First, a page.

In the last twelve months, four national public-private partnerships (“P3s”) have been financed in the U.S. private placement market, accounting for over $800 million in project cost financing. While there has been a shift towards private placement investors as a P3 financing source, the market activity in the last year has confirmed investor appetite in P3s, particularly those with availability payment-based compensation structures.
Private placements are securities offerings to limited numbers of sophisticated investors. These offerings are exempt from registration under the U.S. Securities Act of 1933. Conservative, long-term investors, such as insurance companies and pension funds, tend to dominate the U.S. market. While private activity bonds and TIFIA loans present cheaper financing options, they are not available as financing sources across certain asset classes, including social infrastructure and smart city initiatives. Many features of the traditional private placement market align with financing features of the P3 market. For example, private placement investors favor long-term debt, with tenors of 30 years or more depending on the project, far exceeding the short tenors available in the bank finance market. In addition, as private placements in the P3 context are typically closed with a small number of investors, the project benefits from more flexibility in financing terms and, if needed, a simplified process for amendments and waivers over the life of the project, as compared to similarly-tenored bond financings. Finally, because of their long tenors and fixed credit spreads, private placements minimize project refinancing risk.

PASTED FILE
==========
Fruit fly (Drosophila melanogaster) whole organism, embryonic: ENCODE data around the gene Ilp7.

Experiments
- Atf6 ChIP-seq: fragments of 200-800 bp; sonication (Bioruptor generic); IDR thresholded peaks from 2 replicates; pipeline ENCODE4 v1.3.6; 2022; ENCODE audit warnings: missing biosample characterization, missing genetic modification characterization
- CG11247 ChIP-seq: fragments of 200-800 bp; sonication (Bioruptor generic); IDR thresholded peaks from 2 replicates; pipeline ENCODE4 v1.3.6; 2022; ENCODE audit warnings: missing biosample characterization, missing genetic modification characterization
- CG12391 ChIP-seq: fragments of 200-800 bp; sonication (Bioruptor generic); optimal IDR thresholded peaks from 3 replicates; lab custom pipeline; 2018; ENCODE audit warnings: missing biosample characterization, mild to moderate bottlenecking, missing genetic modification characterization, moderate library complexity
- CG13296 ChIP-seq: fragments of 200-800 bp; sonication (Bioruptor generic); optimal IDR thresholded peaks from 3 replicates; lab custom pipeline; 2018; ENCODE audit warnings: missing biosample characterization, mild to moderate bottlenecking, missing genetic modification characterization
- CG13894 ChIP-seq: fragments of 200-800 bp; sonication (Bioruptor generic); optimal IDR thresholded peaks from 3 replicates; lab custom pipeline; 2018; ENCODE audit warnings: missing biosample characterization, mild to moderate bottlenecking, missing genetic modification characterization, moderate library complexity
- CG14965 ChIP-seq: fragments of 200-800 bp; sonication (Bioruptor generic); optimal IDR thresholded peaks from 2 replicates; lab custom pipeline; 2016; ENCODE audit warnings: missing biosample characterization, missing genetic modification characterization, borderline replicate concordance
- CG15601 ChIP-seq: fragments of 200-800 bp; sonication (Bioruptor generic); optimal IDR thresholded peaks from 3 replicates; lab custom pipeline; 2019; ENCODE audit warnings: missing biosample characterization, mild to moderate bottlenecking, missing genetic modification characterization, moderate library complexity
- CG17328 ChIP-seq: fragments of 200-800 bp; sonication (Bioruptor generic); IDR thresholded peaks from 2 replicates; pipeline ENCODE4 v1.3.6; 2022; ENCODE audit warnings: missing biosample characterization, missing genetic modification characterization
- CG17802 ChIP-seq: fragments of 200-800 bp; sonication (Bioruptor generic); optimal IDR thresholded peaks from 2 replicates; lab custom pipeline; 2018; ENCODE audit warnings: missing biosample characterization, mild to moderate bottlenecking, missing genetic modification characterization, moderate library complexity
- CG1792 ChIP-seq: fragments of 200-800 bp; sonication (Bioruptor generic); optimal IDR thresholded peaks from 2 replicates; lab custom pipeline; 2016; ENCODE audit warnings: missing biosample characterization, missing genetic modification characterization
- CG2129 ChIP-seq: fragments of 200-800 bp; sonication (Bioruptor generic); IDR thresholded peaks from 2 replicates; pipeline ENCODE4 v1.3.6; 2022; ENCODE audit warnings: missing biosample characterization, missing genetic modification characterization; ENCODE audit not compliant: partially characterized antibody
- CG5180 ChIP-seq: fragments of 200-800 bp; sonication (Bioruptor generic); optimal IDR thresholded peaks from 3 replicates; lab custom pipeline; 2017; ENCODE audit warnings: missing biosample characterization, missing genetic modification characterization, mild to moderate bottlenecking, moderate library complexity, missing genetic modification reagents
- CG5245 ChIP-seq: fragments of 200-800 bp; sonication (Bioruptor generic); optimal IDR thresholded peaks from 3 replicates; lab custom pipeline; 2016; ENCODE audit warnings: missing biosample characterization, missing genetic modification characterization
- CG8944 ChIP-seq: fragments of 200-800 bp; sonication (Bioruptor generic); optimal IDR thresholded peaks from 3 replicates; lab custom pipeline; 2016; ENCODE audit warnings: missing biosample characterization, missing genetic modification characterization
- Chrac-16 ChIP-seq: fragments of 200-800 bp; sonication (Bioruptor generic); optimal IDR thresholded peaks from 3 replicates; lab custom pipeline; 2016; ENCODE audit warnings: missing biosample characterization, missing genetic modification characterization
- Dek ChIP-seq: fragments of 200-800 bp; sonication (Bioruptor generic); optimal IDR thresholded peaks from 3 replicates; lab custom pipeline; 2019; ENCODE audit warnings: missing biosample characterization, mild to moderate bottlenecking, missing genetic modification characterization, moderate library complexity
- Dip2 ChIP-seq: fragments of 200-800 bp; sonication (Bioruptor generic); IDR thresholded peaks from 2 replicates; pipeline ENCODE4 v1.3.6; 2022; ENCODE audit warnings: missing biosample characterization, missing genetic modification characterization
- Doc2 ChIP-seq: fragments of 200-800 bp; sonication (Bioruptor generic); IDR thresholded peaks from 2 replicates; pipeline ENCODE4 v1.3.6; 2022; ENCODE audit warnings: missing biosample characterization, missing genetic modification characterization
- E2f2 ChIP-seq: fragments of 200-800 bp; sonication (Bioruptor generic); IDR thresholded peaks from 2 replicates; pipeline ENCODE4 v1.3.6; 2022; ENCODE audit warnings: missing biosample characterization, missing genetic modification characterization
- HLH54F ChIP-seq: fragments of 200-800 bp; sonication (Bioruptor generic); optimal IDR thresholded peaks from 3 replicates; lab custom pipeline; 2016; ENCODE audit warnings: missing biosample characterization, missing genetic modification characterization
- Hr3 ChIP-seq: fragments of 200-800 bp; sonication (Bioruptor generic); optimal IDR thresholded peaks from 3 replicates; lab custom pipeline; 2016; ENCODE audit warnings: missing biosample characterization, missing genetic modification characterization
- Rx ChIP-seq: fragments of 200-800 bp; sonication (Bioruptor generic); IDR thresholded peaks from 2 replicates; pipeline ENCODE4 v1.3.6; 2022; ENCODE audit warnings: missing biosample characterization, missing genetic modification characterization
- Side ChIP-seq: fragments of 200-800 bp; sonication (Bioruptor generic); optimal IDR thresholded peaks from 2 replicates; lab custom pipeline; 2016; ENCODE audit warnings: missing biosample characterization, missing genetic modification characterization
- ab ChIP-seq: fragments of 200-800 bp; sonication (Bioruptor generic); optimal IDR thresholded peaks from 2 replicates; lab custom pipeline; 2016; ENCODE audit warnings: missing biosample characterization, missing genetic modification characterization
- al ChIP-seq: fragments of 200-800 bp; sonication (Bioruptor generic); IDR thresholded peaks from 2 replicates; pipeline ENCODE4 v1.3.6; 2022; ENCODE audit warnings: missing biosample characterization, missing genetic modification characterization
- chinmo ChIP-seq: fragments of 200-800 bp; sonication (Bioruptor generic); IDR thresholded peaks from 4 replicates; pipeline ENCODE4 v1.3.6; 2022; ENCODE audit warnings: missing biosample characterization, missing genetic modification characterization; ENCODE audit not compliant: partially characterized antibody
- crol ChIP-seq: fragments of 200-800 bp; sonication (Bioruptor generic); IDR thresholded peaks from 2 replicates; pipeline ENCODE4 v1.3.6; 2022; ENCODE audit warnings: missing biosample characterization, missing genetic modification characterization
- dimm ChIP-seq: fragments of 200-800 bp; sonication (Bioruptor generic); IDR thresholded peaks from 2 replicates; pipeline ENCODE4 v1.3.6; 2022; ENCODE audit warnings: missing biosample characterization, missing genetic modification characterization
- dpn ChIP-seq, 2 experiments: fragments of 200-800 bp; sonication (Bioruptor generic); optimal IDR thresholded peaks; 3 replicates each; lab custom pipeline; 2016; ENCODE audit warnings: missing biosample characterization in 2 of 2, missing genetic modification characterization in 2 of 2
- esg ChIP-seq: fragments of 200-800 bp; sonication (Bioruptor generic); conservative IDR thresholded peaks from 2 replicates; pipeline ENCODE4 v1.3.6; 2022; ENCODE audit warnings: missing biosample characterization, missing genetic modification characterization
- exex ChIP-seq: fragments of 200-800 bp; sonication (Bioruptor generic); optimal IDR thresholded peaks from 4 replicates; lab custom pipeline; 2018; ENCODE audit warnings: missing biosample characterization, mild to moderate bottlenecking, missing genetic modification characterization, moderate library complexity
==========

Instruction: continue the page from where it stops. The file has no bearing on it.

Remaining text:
In addition, private placements offer significant benefits during the proposal phase for both the public and the private sectors. With credit spreads typically fixed at the time of the financial proposal, private placement financings are beneficial from a grantor’s perspective as credit spread risk protection between the time of proposal and financial close is not necessary. In addition, bid costs, particularly as compared to bond financing solutions, tend to be lower with private placement financing solutions, and there are no public rating requirements (even though a least one public rating is customary.)
The rise in P3 private placement offerings is a particularly strong trend when considered in the context activity in the U.S. private placement market. In the first quarter of 2019, the dollar volume of private placements has fallen by 30% as compared to the same period last year. With more infrastructure projects on the horizon that do not benefit from federal financing alternatives, such as Dartmouth’s proposed biomass energy heating facility and student housing project, as well as Fresno State’s proposed heating and cooling plant.